The Air Force has decided that reserve chaplains who wear beards for religious reasons do not imperil the national defense after all.
For more than a year, the Air Force has rejected a request by one of its reserve chaplains, Rabbi Alan M. Kalinsky of Bangor, Maine, to wear a beard, saying that it needs to "preserve its interests in military image, esprit de corps and high morale."
But now the Air Force has relented and says that Kalinsky and other "chaplains not on extended active duty will be permitted to wear beards as a religious observance."
Kalinsky, a 28-year-old Orthodox Jew, has refused to shave his beard, declaring that it would violate religious dictates as found in Leviticus 19:27, which admonishes, "Ye shall not round the corners of your heads, neither shalt thou mar the corner of thy beard." For his efforts, Kalinsky was placed on inactive status in January 1978.
Kalinsky sued the Air Force, claiming that forcing him to shave violated his constitutional right to freedom of religion.
U.S. District Court Judge Thomas A. Flannery recently ruled that there is a constitutional issue to be decided in the case. But with a hearing scheduled Thursday on the constitutionality of the regulation banning beards except for Air Force personnel with medical problems, the Air Force relented.
Lt. Gen. Andrew P. Iosue, deputy Air Force chief of staff for manpower and personnel, wrote Kalinsky that he could "wear a neatly trimmed beard...when on duty for training." He also said that he would be reinstated as an active reserve with the rank of first lieutenant and given credit for points toward retirement benefits in addition to all back pay he would have received had he not been placed on inactive status.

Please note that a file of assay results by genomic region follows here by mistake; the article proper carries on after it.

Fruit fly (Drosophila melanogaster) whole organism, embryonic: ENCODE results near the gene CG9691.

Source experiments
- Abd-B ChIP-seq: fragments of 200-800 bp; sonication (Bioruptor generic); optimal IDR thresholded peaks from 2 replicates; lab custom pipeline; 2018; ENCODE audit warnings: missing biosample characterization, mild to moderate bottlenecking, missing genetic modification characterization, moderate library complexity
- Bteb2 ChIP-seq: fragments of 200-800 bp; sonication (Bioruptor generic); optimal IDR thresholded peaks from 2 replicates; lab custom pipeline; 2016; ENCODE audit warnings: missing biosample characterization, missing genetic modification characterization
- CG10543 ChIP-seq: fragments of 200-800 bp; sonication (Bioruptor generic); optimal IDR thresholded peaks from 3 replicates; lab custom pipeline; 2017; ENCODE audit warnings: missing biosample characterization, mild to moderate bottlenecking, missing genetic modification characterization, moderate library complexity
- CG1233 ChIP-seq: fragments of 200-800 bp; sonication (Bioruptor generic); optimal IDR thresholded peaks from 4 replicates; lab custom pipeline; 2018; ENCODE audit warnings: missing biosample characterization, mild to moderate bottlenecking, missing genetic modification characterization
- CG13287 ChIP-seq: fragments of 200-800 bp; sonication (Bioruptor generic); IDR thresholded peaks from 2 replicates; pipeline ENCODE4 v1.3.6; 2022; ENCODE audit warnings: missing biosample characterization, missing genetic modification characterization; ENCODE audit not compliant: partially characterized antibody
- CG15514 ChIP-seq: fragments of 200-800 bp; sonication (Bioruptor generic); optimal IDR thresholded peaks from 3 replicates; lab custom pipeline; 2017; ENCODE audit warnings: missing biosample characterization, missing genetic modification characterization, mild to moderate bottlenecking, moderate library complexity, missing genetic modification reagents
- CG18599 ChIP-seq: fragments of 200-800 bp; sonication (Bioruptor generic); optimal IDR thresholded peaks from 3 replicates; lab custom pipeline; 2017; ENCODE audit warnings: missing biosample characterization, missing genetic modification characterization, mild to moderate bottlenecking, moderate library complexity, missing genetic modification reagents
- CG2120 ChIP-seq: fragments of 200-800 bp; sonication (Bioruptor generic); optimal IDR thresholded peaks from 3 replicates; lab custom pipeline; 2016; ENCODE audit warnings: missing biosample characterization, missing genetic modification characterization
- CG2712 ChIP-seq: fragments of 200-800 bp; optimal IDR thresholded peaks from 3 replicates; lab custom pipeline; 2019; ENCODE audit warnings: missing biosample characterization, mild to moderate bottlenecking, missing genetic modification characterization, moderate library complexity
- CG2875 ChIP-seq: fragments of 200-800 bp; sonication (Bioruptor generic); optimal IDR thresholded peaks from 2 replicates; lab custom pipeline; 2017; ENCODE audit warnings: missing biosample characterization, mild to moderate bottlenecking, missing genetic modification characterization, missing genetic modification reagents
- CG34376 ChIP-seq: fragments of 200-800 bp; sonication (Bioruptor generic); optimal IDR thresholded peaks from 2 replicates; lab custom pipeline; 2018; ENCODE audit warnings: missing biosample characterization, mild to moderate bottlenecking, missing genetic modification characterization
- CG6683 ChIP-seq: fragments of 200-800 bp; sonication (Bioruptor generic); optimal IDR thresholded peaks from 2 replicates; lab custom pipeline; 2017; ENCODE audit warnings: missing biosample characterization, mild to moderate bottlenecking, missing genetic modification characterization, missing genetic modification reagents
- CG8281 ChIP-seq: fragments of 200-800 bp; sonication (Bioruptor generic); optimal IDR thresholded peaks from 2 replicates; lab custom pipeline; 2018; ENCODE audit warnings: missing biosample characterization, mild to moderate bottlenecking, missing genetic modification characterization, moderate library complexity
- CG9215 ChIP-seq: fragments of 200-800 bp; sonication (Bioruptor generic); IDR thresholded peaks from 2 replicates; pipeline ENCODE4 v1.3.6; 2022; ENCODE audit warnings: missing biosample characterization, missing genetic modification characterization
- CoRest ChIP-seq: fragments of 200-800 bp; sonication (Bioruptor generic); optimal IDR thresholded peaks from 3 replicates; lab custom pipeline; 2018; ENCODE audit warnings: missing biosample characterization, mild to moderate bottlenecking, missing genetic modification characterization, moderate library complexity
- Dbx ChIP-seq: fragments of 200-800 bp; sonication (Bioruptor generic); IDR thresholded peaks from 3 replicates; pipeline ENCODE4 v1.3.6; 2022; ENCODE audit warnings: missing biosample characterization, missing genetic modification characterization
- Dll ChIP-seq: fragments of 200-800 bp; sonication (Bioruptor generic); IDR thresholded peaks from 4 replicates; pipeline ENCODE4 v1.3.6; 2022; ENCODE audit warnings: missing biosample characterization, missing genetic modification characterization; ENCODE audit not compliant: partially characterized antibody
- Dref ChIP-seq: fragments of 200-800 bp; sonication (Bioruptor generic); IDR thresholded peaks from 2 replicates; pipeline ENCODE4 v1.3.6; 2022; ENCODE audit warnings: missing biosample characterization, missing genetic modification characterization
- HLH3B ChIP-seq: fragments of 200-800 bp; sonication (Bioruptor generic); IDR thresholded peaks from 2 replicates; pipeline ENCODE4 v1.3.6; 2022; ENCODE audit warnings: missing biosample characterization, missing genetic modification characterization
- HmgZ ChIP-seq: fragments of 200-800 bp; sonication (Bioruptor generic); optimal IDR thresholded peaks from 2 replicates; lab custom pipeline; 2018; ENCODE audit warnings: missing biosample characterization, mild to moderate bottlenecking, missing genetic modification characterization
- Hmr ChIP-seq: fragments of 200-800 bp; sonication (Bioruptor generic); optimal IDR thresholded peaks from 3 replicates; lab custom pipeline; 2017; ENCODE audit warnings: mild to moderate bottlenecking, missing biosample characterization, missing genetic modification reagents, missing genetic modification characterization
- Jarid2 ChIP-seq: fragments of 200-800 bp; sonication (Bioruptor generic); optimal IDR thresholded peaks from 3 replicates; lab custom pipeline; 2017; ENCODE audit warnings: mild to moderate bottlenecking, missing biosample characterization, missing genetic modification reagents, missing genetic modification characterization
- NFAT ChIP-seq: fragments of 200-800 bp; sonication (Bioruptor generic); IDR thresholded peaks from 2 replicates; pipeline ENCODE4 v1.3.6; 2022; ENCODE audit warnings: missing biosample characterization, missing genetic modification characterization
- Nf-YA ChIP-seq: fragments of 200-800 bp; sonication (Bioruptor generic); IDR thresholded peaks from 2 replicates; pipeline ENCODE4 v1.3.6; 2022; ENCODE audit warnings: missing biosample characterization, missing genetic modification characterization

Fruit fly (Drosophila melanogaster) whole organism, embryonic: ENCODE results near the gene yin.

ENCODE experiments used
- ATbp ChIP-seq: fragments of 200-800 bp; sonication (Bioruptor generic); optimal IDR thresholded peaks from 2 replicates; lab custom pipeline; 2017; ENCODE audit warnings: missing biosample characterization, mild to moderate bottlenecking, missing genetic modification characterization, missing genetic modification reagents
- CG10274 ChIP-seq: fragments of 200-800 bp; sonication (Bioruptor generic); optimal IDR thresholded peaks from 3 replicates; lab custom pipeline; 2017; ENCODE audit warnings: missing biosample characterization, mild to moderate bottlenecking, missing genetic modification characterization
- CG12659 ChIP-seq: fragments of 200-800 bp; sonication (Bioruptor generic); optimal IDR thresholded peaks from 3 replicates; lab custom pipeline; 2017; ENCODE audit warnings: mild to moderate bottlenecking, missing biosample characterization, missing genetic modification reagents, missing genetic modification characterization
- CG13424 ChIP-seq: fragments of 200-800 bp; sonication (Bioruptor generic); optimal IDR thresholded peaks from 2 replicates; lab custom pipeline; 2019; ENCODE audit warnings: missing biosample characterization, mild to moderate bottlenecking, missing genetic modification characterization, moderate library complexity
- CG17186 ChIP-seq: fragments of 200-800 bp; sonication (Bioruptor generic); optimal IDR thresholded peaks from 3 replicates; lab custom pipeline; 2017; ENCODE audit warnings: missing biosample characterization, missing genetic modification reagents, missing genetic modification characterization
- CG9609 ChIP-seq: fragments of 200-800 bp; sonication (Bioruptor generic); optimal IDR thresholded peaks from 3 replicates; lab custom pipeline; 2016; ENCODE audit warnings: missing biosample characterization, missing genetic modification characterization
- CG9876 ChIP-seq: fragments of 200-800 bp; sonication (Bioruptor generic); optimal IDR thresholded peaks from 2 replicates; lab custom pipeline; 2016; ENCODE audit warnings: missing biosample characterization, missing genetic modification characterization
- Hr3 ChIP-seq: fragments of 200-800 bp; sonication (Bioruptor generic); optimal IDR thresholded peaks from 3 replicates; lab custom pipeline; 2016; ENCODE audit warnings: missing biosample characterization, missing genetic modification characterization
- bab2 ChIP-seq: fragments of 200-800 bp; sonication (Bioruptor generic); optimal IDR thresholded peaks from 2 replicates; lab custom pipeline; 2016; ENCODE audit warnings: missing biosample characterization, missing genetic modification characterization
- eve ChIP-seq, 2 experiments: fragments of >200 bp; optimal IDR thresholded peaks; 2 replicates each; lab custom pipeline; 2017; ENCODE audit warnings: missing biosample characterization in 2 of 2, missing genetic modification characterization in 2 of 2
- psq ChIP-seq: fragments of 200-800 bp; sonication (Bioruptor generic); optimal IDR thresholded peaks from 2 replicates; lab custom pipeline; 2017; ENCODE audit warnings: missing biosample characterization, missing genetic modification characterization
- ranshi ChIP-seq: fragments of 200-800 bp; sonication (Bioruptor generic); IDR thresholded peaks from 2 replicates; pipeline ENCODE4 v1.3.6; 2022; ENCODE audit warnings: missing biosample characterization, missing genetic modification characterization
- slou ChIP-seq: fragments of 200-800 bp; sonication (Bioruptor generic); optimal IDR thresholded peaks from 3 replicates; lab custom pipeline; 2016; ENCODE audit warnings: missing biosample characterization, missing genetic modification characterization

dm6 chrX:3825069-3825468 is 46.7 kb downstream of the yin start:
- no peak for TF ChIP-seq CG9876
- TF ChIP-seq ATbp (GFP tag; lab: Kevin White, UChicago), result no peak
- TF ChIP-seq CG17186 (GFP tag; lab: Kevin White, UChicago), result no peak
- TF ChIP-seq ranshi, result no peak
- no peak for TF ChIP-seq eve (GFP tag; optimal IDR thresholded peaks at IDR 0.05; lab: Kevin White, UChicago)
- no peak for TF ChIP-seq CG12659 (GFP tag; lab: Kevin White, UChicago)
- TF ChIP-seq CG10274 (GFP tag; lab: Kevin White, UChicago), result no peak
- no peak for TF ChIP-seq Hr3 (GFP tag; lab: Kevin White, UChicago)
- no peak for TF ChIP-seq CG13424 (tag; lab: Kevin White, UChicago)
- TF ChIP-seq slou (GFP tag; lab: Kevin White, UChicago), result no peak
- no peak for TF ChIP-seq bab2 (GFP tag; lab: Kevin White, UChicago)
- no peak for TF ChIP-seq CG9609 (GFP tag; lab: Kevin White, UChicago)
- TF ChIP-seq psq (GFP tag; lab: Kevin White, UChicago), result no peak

In a separate affidavit submitted in the case, Iosue said the Air Force grooming regulations would be changed for other reserve chaplains, but not for anyone else, including chaplains on duty for extended periods of time.
Assistant U.S. Attorney Dennis A. Dutterer, who has represented the Air Force in the case, said the government will now move to dismiss the case since Kalinsky's case has been resolved.
But David J. Butler, one of Kalinsky's lawyers, said he will continue to press the case on grounds that the Air Force has decided which "class of people (reserve chaplains) that the 1st Amendment will protect," excluding others. He said that any Air Force personnel who want to wear a beard for religious reasons ought to be able to do so.
The Army, Air Force and Navy all have different regulations on beards. The Army allows practicing Sikhs and soldiers who need them for medical reasons to wear beards, while the Air Force now says beards are OK for medical reasons and for reserve chaplains. The Navy permits neatly trimmed beards on any naval face. CAPTION: Picture, ALAN M. KALINSKY...cites religious dictates